By Barbara Boughton
Once a woman hits menopause, getting enough calcium for bone health becomes a major concern. Women over age 60 are prone to osteoporosis — and the spinal, hip, and knee fractures that osteoporosis can bring. Yet adequate dietary calcium can help protect people from osteoporosis. Taking calcium supplements can help as well.
It’s not just menopausal women who should be concerned about getting enough calcium. As consumption of sugary soft drinks has risen among children and teenagers, intake of milk has also declined. But children and teenagers who are able to eat and drink enough calcium-enriched foods—as well as take in sufficient protein during meals—benefit from improved skeletal growth and bone mass. In fact, studies show that children who avoid, for prolonged periods, drinking calcium-containing milk have an almost three-fold higher risk for fracture than age-matched birth cohorts.
Dairy products are considered to be the easiest and cheapest sources of dietary calcium. Most people should have three to four servings of milk products daily in order to improve bone health and prevent osteoporosis. Studies have estimated that increasing dairy intake to three to four servings per day can reduce osteoporosis-related healthcare costs in the U.S. by $3.5 billion per year.
As well as calcium, it’s important to get enough calcium to enhance calcium absorption. What are your calcium and vitamin D requirements? Adults up to age 50 should get 1,000 mg of calcium and 200 International Units (IUs) of Vitamin D. Those over age 50, should intake at least 1,200 mg of calcium and 400 to 600 IUs of vitamin D each day.
Among foods with calcium, some are better than others for bone health. Yogurt is one of the best. It contains a hefty dose of calcium (415 mg per serving of plain, low-fat or non-fat per eight-ounce serving). Many varieties of yogurt are also fortified with vitamin D. Some brands of fat-free, plain yogurt contain 30 percent of the adult daily requirements for calcium and 20 percent of the adult daily requirements for vitamin D. Although protein-packed Greek yogurts are popular right now—because of their reputed health benefits—they are less useful than other yogurt types for staving off osteoporosis. Greek yogurts contain less calcium than other types of yogurt and very little vitamin D.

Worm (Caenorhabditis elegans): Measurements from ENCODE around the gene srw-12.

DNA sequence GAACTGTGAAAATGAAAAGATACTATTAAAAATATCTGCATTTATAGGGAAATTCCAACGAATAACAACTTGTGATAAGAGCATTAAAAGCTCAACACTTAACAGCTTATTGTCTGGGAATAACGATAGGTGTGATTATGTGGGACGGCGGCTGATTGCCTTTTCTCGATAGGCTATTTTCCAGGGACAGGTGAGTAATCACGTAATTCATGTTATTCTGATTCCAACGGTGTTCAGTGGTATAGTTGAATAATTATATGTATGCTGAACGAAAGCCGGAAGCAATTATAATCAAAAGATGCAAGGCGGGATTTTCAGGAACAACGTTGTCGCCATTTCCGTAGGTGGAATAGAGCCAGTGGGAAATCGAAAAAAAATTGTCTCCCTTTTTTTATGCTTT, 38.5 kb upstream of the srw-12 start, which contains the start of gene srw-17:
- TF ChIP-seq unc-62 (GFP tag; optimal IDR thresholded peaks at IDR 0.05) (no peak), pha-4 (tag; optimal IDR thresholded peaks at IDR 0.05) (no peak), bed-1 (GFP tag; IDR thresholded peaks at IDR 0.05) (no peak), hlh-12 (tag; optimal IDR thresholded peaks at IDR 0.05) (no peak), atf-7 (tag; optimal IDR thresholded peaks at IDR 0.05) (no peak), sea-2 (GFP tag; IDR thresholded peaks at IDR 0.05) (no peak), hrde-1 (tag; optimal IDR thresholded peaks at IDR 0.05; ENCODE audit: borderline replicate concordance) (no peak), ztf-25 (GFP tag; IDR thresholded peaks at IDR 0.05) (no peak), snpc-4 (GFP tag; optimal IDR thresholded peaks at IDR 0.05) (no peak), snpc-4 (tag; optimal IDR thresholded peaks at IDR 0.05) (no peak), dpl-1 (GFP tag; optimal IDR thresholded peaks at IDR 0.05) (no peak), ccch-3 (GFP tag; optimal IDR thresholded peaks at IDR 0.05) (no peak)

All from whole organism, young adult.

Besides dairy products — such as low-fat and non-fat milk, yogurt, and cheese — there are other foods that are good for your bones. Canned sardines and salmon are rich sources of calcium, and fatty fish such as salmon, mackerel, tuna, and sardines are also replete with vitamin D. Some vegetables contain a generous amount of calcium, including collard greens, turnip greens, kale, okra, Chinese cabbage, dandelion greens, mustard greens, and broccoli. Foods fortified with calcium and vitamin D—such as some juices, breakfast foods, soy milk, rice milk, cereals, and breads—can also add to the health of your bones.
The foods with the highest amounts of calcium are: plain low-fat yogurt; calcium-fortified orange juice; low-fat fruit yogurt; skim mozzarella cheese and cheddar cheese; canned sardines; reduced and nonfat milk; tofu made with calcium sulfate; fortified breakfast drinks; and calcium-fortified cereals. Vegetables that are the richest sources of calcium include turnip greens, kale, and Chinese cabbage. For those who are lactose-intolerant, eight ounces of calcium-fortified soy milk can have from 80 mg to 500 mg of calcium. Rice and almond calcium-fortified beverages can be good sources of calcium, too. To find out how much calcium is in these drinks, check the nutrition label on the back of these products at the grocery store.
If you want to eat for bone health, there are also some foods you should avoid. Heavy alcohol drinking (more than two drinks per day) can lead to bone loss, as can drinking more than three cups of coffee per day. Drinks high in caffeine, including coffee, tea, and caffeinated soft drinks, decrease calcium absorption and contributes to bone loss. Sodas also make it harder for the body to absorb calcium. Salty foods cause your body to lose calcium, too. To reduce the sodium in your diet, limit processed foods, canned foods, and salt added to the foods you eat each day. Aim for 2,400 mg or fewer mg of sodium per day.
Although beans contain calcium, they also are high in substances called phytates that interfere with your ability to absorb calcium. To reduce the phytate level in beans, soak them in water for several hours and cook them in fresh water. Wheat bran also contain high levels of phytates, which prevent your body from absorbing calcium. The phytates in wheat bran not only prevent the absorption of calcium in wheat bran but also prevent the absorption of calcium in foods eaten at the same time. For example, if you have milk and 100 percent wheat bran cereal together, your body can absorb some, but not all, of the calcium from the milk. The wheat bran in other foods like breads, however, is much less concentrated and unlikely to have a noticeable impact on calcium absorption.
Some vegetables with calcium can also contain ingredients called oxalates. Oxalates make it more difficult for you to absorb the calcium in vegetables. Foods with both calcium and oxalates include spinach, rhubarb, and beet greens.
As you can see, getting the right kind of calcium and the right amount of calcium from foods are not a simple matter. Yet it’s well worth the effort, since it will improve your bone health and strength—and may reduce your need for supplements.
- Food and Your Bones. Fact sheet. National Osteoporosis Foundation.
- Dietary Supplement Fact Sheet: Calcium. National Institutes of Health.
- Calcium: An Important Nutrient that Builds Bones. Fact Sheet. Osteoporosis Canada.
- Calcium, Nutrition and Bone Health. Fact Sheet. American Academy of Orthopedic Surgeons. aaos.org.
- Rizzoli, R. Dairy products, yogurts and bone health. Am J Clin. 2014; 99 (suppl): 1256S-62S.